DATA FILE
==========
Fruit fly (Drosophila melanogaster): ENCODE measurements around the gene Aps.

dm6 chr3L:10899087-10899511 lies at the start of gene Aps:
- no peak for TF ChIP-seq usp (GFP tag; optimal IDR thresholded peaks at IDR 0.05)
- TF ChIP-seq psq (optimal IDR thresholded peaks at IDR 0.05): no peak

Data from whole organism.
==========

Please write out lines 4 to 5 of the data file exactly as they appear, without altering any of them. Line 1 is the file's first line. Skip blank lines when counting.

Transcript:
- TF ChIP-seq psq (optimal IDR thresholded peaks at IDR 0.05): no peak

Data from whole organism.